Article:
To: Carlos Hyde
From: Eddie George
Most, if not all, of you are familiar with the Carlos Hyde tweets from immediately following the Illinois victory this year. If you’re not, he basically came out and said that if he wasn’t going to get to play here, then maybe he should go elsewhere. Many people were up in arms over this comment, saying that he should be removed from the team or that it would be a welcome idea amongst Buckeye fans for him to go ahead and leave. I, on the other hand, am of the impression that he’s a young man who lost his cool and made a dumb decision to voice his thoughts to whoever happened to see them online. Should he have been celebrating a TEAM win instead of throwing himself a selfish pity party? Of course. But does that mean that we need to forget about him or toss him aside, absolutely not. For this reason, I think that Carlos could benefit from Eddie George’s Christmas gift of patience.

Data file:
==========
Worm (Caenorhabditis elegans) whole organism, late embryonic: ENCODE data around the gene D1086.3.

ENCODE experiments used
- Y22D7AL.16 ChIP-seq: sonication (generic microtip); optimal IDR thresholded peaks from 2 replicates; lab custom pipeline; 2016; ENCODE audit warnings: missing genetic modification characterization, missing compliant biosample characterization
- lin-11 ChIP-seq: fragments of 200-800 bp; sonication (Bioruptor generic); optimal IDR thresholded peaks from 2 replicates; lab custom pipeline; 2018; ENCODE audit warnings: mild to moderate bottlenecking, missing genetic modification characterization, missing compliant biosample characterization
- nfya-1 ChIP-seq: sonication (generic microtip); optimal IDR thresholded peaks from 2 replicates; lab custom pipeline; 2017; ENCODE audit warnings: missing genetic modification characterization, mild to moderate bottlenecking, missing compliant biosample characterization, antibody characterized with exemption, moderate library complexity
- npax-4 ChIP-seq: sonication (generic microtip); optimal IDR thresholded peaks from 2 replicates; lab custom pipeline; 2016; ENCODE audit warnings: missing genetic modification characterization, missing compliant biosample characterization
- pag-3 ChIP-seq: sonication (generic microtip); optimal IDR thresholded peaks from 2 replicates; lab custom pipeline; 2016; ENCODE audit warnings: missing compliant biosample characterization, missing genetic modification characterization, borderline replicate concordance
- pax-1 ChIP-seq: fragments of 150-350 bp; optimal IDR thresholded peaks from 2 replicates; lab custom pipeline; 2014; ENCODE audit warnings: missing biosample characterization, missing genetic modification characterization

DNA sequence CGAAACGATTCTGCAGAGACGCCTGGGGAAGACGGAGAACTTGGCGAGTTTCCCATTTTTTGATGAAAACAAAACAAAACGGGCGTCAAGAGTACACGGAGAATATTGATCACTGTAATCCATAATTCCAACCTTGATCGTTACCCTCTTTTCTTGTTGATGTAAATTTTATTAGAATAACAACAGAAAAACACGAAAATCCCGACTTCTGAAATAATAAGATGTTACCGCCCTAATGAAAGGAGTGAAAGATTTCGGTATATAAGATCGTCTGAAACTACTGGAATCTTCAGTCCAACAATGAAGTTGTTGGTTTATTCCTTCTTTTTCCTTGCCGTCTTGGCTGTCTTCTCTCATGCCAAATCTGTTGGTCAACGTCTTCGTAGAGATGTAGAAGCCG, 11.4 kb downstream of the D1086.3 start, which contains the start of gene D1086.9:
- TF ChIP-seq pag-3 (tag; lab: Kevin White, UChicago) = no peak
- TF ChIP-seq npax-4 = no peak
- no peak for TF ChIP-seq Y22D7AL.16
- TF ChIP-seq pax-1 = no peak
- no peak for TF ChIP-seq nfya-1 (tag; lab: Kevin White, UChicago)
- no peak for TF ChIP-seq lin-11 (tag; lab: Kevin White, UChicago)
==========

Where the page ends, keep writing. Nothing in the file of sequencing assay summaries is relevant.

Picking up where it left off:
The same player who was just honored at halftime of the Wisconsin game (a game in which Hyde received even less carries – zero – than at Illinois), George was once the goat of OSU football. He began his freshman campaign in Columbus by getting significant playing time and making the most of it. He had worked his way up the depth chart, and was gaining yards and scoring TDs, until two crucial fumbles against Illinois (which led to a 18-16 loss) seemingly derailed his career after his fifth game. He remained focused and worked hard in the gym, despite dropping to fifth on the team in carries as a freshman and not much higher as a sophomore, and earned his way to a starting role as a junior. From there, his legend grew and he eventually ran off with a Heisman trophy in his senior year and an NFL career that will hopefully land him in Canton, Ohio.